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27.8.08

THE IMPORTANCE OF LOGIC FOR PHILOSOPHY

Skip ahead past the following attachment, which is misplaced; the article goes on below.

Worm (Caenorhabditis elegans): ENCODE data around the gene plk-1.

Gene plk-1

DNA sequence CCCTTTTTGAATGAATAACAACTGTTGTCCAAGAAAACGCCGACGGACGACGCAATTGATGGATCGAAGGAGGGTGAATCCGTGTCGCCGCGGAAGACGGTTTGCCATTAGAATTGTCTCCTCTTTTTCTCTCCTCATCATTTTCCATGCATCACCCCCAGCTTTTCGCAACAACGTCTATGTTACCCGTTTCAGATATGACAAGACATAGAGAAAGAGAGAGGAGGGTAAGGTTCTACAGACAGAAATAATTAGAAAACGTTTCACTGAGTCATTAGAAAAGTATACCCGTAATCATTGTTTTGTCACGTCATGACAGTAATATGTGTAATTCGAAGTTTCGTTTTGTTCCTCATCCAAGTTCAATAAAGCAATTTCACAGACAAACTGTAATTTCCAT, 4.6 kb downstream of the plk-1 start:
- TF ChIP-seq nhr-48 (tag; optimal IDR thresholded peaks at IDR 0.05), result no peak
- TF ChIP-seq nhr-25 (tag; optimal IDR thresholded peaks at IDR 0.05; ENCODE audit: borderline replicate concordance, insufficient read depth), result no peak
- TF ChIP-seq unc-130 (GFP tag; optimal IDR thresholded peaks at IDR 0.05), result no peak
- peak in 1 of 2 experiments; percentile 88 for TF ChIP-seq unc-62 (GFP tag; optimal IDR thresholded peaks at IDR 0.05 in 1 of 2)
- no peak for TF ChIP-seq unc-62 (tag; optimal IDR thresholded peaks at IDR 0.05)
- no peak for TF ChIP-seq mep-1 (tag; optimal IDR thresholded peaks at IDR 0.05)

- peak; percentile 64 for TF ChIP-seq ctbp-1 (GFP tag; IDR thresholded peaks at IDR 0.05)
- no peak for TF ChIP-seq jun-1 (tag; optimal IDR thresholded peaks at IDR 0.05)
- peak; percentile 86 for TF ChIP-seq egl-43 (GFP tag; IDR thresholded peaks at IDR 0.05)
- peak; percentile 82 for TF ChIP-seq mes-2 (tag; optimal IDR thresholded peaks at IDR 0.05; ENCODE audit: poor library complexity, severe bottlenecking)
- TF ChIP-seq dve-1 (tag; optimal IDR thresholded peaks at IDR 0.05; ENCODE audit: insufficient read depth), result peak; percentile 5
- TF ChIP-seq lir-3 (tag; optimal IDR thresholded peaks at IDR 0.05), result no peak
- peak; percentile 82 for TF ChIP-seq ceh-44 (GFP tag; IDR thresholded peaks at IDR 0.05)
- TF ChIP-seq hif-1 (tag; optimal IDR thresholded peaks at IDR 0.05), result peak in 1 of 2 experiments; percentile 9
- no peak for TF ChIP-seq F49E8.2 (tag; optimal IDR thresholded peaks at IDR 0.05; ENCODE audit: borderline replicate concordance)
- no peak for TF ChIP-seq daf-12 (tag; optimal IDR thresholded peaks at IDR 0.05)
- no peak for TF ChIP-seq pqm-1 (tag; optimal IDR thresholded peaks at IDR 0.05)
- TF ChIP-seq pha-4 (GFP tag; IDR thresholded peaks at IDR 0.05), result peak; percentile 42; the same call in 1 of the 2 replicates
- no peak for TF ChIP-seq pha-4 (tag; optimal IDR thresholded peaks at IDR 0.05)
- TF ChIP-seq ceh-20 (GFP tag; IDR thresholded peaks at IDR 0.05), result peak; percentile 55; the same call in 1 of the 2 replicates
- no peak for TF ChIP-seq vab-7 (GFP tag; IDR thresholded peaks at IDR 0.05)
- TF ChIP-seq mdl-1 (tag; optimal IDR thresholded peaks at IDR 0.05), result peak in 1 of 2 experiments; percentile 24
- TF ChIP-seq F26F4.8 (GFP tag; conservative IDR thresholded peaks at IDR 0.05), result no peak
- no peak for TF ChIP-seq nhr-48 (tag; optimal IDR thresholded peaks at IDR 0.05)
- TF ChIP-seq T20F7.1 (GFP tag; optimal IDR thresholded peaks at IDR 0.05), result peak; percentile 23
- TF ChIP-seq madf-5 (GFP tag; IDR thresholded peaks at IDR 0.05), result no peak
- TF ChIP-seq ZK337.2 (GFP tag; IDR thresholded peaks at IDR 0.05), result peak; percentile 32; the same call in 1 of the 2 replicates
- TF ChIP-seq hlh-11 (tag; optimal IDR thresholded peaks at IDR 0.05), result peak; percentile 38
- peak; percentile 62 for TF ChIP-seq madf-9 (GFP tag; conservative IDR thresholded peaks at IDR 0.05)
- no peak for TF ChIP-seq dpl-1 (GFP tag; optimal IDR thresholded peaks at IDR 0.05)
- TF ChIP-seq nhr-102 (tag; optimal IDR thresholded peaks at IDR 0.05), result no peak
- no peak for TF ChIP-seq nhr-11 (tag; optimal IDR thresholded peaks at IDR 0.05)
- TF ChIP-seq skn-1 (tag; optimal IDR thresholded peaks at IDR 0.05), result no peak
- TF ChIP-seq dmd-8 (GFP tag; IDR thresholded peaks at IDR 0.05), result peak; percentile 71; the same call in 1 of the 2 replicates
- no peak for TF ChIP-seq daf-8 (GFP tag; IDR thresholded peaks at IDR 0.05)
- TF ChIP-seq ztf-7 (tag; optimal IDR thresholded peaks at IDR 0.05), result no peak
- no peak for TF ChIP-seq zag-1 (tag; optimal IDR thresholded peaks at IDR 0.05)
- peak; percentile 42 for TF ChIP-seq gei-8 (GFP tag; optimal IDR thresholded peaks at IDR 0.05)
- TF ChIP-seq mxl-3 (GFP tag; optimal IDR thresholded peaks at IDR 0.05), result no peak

What is logic? Before we talking about how important logic for philosophy, maybe we should know first what the logic itself. The term “logic” is used quite a lot, but not always in its technical sense. Logic, strictly speaking, is the science or study of how to evaluate arguments and reasoning[1]. Logic is what allows us to distinguish correct reasoning from poor reasoning. Logic is important because it helps us reason correctly — without correct reasoning, we don’t have a viable means for knowing the truth or arriving at sound beliefs. Logic is not always a matter of opinion: when it comes to evaluating arguments, there are specific principles and criteria which should be used. If we use those principles and criteria, then we are using logic; if we aren’t using those principles and criteria, then we are not justified in claiming to use logic or be logical. This is important because sometimes people don’t realize that what sounds reasonable isn’t necessarily logical in the strict sense of the word. Our ability to use reasoning is far from perfect, but it is also our most reliable and successful means for developing sound judgments about the world around us. Tools like habit, impulse, and tradition are also used quite often and even with some success, yet not reliably so. In general, our ability to survive depends upon our ability to know what is true, or at least what is more likely true than not true. For that, we need to use reason. Of course, reason can be used well or it can be used poorly and that is where logic comes in. Therefore, we can say that logic is concerned with reason, mind and a method of thinking to be coherent and consistent, a way to use the mind properly.[2] Over the centuries, philosophers have developed systematic and organized criteria for the use of reason and the evaluation of arguments. Those systems are what have become the field of logic within philosophy some of it is difficult, some of it is not, but it is all relevant for those concerned with clear, coherent, and reliable reasoning. Logic sounds like an esoteric subject for academic philosophers, but the truth of the matter is that logic is applicable anywhere that reasoning and arguments are being used. Whether the actual subject matter is politics, ethics, social policies, raising children, or organizing a book collection, we use reasoning and arguments to arrive at specific conclusions. If we don’t apply the criteria of logic to our arguments, we cannot trust that our reasoning is sound. When a politician makes an argument for a particular course of action, how can that argument be properly evaluated without an understanding of the principles of logic? When a salesman makes a pitch for a product, arguing that it is superior to the competition, how can we determine whether to trust the claims if we aren’t familiar with what distinguishes a good argument from a poor one? There is no area of life where reasoning is completely irrelevant or wasted — to give up on reasoning would mean to give up on thinking itself. Of course, the mere fact that a person studies logic doesn’t guarantee that they will reason well, just as a person who studies a medical textbook won’t necessarily make a great surgeon. The correct use of logic takes practice, not simply theory. On the other hand, a person who never opens a medical textbook probably won’t qualify as any sort of surgeon, much less a great one; in the same way, a person who never studies logic in any form probably won’t do a very good job at reasoning as someone who does study it. This is partly because the study of logic introduces one to many common mistakes that most people make, and also because it provides a lot more opportunity for a person to practice what they learn. It is important to keep in mind that while much of logic appears to be concerned solely with the process of reasoning and arguing, it is ultimately the product of that reasoning which is the purpose of logic. Critical analyses of the way an argument is constructed are not offered simply to help improve the thinking process in the abstract, but rather to help improve the products of that thinking process, for example; our conclusions, beliefs, and ideas. In the other side, Logic also is the science that explains what conditions must be fulfilled in order that a proposition may be proved, if it admits of proof. Not, indeed, every such proposition; for as to those that declare the equality or inequality of numbers or other magnitudes, to explain the conditions of their proof belongs to Mathematics: they are said to be quantitative. But as to all other propositions, called qualitative, like most of those that we meet with in conversation, inliterature, in politics, and even in sciences so far as they are not treated mathematically (say, Botany and Psychology); propositions that merely tell us that something happens (as that _salt dissolves in water_), or that something has a certain property (as that _ice is cold_): as to these, it belongs to Logic to show how we may judge whether they are true, or false, or doubtful. When propositions are expressed with the universality and definiteness that belong to scientific statements, they are called laws; and laws, so far as they are not laws of quantity, are tested by the principles of Logic, if they at all admit of proof. But it is explain that the process of proving cannot go on for ever; something must be taken for granted; and this is usually considered tobe the case (1) with particular facts that can only be perceived and observed, and (2) with those highest laws that are called 'axioms' or 'first principles,' of which we can only say that we know of no exceptions to them, that we cannot help believing them, and that they are indispensable to science and to consistent thought. Logic, then, may be briefly defined as the science of proof with respect to _qualitative_laws and propositions, except those that are axiomatic. What is Philosophy? Philosophy is a study that seeks to understand the mysteries of existence and reality. It tries to discover the nature of truth and knowledge and to find what is of basic value and importance in life. It also examines the relationships between humanity and nature and between the individual and society. Philosophy arises out of wonder, curiosity, and the desire to know and understand. Philosophy is thus a form of inquiry--a process of analysis, criticism, interpretation, and speculation. Philosophic thought is an inescapable part of human existence. Almost everyone has been puzzled from time to time by such essentially philosophic questions as "What does life mean?" "Did I have any existence before I was born?" and "Is there life after death?" Most people also have some kind of philosophy in the sense of a personal outlook on life. Even a person who claims that considering philosophic questions is a waste of time is expressing what is important, worthwhile, or valuable. A rejection of all philosophy is in itself philosophy. By studying philosophy, people can clarify what they believe, and they can be stimulated to think about ultimate questions. A person can study philosophers of the past to discover why they thought as they did and what value their thoughts may have in one's own life. Why Study Logic? Logic is the study of the principles and methods of reasoning. It explores how we distinguish between good (or sound) reasoning and bad (or unsound) reasoning. An instance of reasoning is called an argument or an inference. An argument consists of a set of statements called premises together with a statement called the conclusion, which is supposed to be supported by or derived from the premises. A good argument provides support for its conclusion, and a bad argument does not. Two basic types of reasoning are called deductive and inductive. A good deductive argument is said to be valid--that is, the conclusion necessarily follows from the premises. A deductive argument whose conclusion does not follow necessarily from the premises is said to be invalid. The argument "All human beings are mortal, all Greeks are human beings, therefore all Greeks are mortal" is a valid deductive argument. But the argument "All human beings are mortal, all Greeks are mortal, therefore all Greeks are human beings" is invalid, even though the conclusion is true. On that line of reasoning, one could argue that all dogs, which are also mortal, are human beings. Deductive reasoning is used to explore the necessary consequences of certain assumptions. Inductive reasoning is used to establish matters of fact and the laws of nature and does not aim at being deductively valid. One who reasons that all squirrels like nuts, on the basis that all squirrels so far observed like nuts, is reasoning inductively. The conclusion could be false, even though the premise is true. Nevertheless, the premise provides considerable support for the conclusion. Logic is necessary to analyze other people’s beliefs. Logical fallacies are everywhere in our society. If we cannot detect the logical mistakes we hears, then how will we discern who is right? The study of logical fallacies (common mistakes in reasoning) is important to critically reason through the arguments of others. Logic also is necessary to understand and communicate our own beliefs. The Scripture commands us to prove our doctrines and practices. We are to reason and dispute from the Scriptures with persuasive and convincing arguments. If we are able to think through and clearly reason from the Koran, then we will be better equipped to give a proper defense of our faith. Once again, without learning how to think properly, we shall misunderstand Scripture. Peter warns against those who twist the Scripture to their own destruction. A study of logic will help us avoid twisting the Scripture and trying to make it imply something it does not imply. The Westminster Confession, written in England in 1648, says all things necessary for our faith and life are either expressly set down in Scripture or may be deduced by good and necessary consequence from Scripture. It is only through a study of logic that we can distinguish a valid deduction from an invalid deduction.[3] Why Logic is Important for Philosophy? Logic is important for philosophy because its encourage us to have critical thinking and to make us to be careful in drawing conclusion and decision. Logic also educates us to take responsibility, where thinking is taking responsibility. With logic, we can explain to formulating the problems properly and also avoid us to make fallacies in reasoning. With doing logic, any matter in philosophy can be clarified, since logic as also a tool of analysis and systematic explanation for any phenomenon. Logic is not psychology. It does not describe what people think about or how they reach conclusions; it describes how they ought to think if they wish to reason correctly. It is more like arithmetic than history, for it explains the rules one must follow in order to reach correct conclusions, just as arithmetic explains the rules one must follow to arrive at correct answers. Logic concerns all thought; it is fundamental to all disciplines, from agriculture to astronautics. There are not several kinds of logic, one for philosophy and one for religion; but the same rules of thought that apply in politics, for example, apply also in chemistry. But in order to say that there are many different sorts of logic, one must use the rules of the logic there is. Let those who say there is another kind of logic express in their views using that other logic. It’s as though one were to claim that there are two (or more) sorts of arithmetic-the arithmetic in which two plus two equals four, and a second arithmetic in which two plus two equals twenty-two. Anyone who ridicules logic must use logic in his attack, thus damaging his own argument. That’s way we need a law of logic. Let say we use one of logic’s law, which is called; ‘contradiction’, but recently some people have begun to call it the law of non-contradiction-the two phrases refer to the same law. Aristotle expressed the law in these words: “The same attribute cannot at the same time belong and not belong to the same subject and in the same respect.” The law is expressed symbolically as: “Not both A and not-A.” A maple leaf may be both green and not-green (yellow), but it cannot be both green and yellow at the same time and in the same respect-it is green in the summer, yellow in the fall. If it is green and yellow at the same time, it cannot be green and yellow in the same respect; one part, however small, will be green, another yellow. Greenness and not-greenness cannot at the same time and in the same way belong to a maple leaf. To suggest another example: A line may be both curved and straight, but not in the same respect. One portion of it may be curved, another portion straight, but the same portion cannot be both curved and straight.[4] The use of logic is not optional. Logic is so fundamental, so basic, that those who attack it must use logic in order to attack logic. They intend the words “Logic is invalid” to have specific meanings. The opponents of logic must use the law of contradiction in order to denounce it. They must assume its legitimacy, in order to declare it illegitimate. They must assume its truth, in order to declare it false. They must present arguments if they wish to persuade us that argumentation is invalid. Wherever they turn, they are boxed in. They cannot assault the object of their hatred without using it in the assault. That is why logic so important in philosophical term, it’s enhance us to having a critical thinking. Speaking of critical thinking, accordance to The Watson-Glaser in Critical Thinking Appraisal which is a well-known psychological test of critical thinking ability has defined critical thinking as: ... A composite of attitudes, knowledge and skills. This composite includes: (1) attitudes of inquiry that involve an ability to recognize the existence of problems and an acceptance of the general need for evidence in support of what is asserted to be true; (2) knowledge of the nature of valid inferences, abstractions, and generalizations in which the weight or accuracy of different kinds of evidence are logically determined; and (3) skills in employing and applying the above attitudes and knowledge.[5] Since one of benefit logic is to make critical thinking, which is the ability to think clearly and rationally. That includes the ability to engage in reflective and independent thinking. Someone with critical thinking skills will able to do the following: understand the logical connections between ideas identify, construct and evaluate arguments detect inconsistencies and common mistakes in reasoning solve problems systematically identify the relevance and importance of ideas reflect on the justification of one's own beliefs and values Critical thinking is not a matter of accumulating information. A person with a good memory and who knows a lot of facts is not necessarily good at critical thinking. A critical thinker is able to deduce consequences from what he knows, and he knows how to make use of information to solve problems, and to seek relevant sources of information to inform him. Critical thinking should not be confused with being argumentative or being critical of other people. Although critical thinking skills can be used in exposing fallacies and bad reasoning, critical thinking can also play an important tale in cooperative reasoning and constructive tasks. Critical thinking can help us acquire knowledge, improve our theories, and strengthen arguments. We can use critical thinking to enhance work processes and improve social institutions. Good critical thinking might be seen as the foundation of science and a liberal democratic society. Science requires the critical use of reason in experimentation and theory confirmation. The proper functioning of a liberal democracy requires citizens who can think critically about social issues to inform their judgments about proper governance and to overcome biases and prejudice. So did philosophy need critical thinking to drawing conclusion properly and to avoid fallacies in reasoning so we can be responsible for what we have already done in speaking, behavior even in thinking. Conclusion; Logic and philosophy are just like a door and it’s key. Which is we cannot open the door without a key. So did philosophy, we cannot learn much about it without knowing the logic. Logic in philosophy is just like a key where philosophy itself is the door. To open the door we need a key, so to know about philosophy we must know about logic. Logic for philosophy is a tool to analyze problems and to make the explanation systematic. Therefore we can avoid any fallacies and any mistakes in the way of thinking- therefore we can avoid wrong conclusion or make decision that is not properly. In other word; philosophy is a fundamental component to all areas of human inquiry while logic is the fundamental basis on which philosophy itself can be done. Reference books; - Ir. Husain Heriyanto, M.Hum, ‘An Introduction to Logic’ for the Preliminary Semester Academic Year 2004-2007, ICAS Jakarta. - Article online, Philosophy Archive @ marxists.org - John W. Robbins, ‘Why Study Logic’ article online, Copyright (C) 1998-2008 The Trinity Foundation.com - Joe Lau and Jonathan Chan, online article. 2004-2008 [1] Article online, Philosophy Archive @ marxists.org [2] Ir. Husain Heriyanto, M.Hum, ‘An Introduction to Logic’ for the Preliminary Semester Academic Year 2004-2007, ICAS Jakarta. P.1. [3] John W. Robbins, ‘Why Study Logic’ article online, Copyright (C) 1998-2008 The Trinity Foundation.com [4] Op.cit [5] Joe Lau and Jonathan Chan, online article. 2004-2008